Gender and family affect minors and their delinquency in many different ways. Both are factors that begin in the early learning stages in a minors life and continue on into adulthood. With gender, the difference between males and females is the socialization, cognition and behavioral development. Much like family, the gender aspect of delinquency will begin to take hold in the early learning stages of life. But, with family, the members of the family, the accepted behavior in the family, and the way a child is raised is all going to affect the minor and their delinquency. Although, gender and family can begin affecting a child early on in life, how they learn, and in which capacity they learn behavior, is what will play the biggest role in their delinquency.
There are many roles that factor into the gender differences between males and females and their ability or capacity to become delinquent. Socialization, personality, and cognitive development is different in regards to males and females. For instance; socially, females are more likely to sustain relationships, and be non-aggressive, whereas, a male is independent, aggressive and may show anger more than females. (Siegel, Welsh, 2005) In regards to delinquency, females are more likely to offend in an non-aggressive manner like running away, and dodging school. Whereas, a male is more likely to be involved in aggressive crimes like assaults, or murders. A female involved in delinquent behaviors may be deemed as one who has psychological issues like mood disorders, or schizophrenia. (Siegel, Welsh, 2005)
Unlike the male who commits the same status offenses and may not be considered delinquent at all. The reason being is that girls are held to a different standard than what males are. They are also widely affected by experiences in life and, females are more likely to have been a victim of abuse of some sort. Those type of experiences are handled differently between a males and a females. Not only do they handle the situations differently mentally, but the families and who they are raised by will react differently as well. Which is where the gender and family aspects of delinquency connect.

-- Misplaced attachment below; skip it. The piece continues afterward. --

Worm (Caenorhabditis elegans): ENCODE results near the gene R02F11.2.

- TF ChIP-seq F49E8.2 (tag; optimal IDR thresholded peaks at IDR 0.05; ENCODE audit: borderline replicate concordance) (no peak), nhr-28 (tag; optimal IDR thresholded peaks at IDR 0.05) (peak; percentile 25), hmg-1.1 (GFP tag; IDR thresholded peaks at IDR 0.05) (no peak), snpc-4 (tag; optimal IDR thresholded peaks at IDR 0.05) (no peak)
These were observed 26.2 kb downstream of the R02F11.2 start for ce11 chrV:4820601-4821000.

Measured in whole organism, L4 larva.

The family of a child (whether they are male or female) plays a life-long impacting role on the life of that child. The arrangement or variety of family members, the behaviors that are deemed acceptable, as well as, the environment for which a child is raised is all how the family affects the child. In the United States today, most children live in a single parent home, while also, dealing with a frequent number of family disruptions. (Siegel, Welsh, 2005) The family members present in a child’s life can affect the minor tremendously. Especially because, most single family homes consist of mothers and their children. These children need positive male role models as well as a mother who does not work 3 jobs 6 days a week. Whether the family has always been a single parent family, or if it became that, it will affect the delinquency in a minor. The need for a “reliable source of emotional and economic support” (Siegel, Welsh, 2005) is incredibly important for children and will affect them not only as a minor but as an adult too. The family and how the household is ran affects the delinquency of a minor tremendously. Without the proper guidance, love and support children will always run astray. Children need that dependency and discipline in their lives. Some children may also live in psychically, mentally, or sexually abuse homes, all of which produces delinquent behaviors. The family factor can remain the same, escalate or even deescalate dependent upon the child’s life and surroundings over an extended period of time.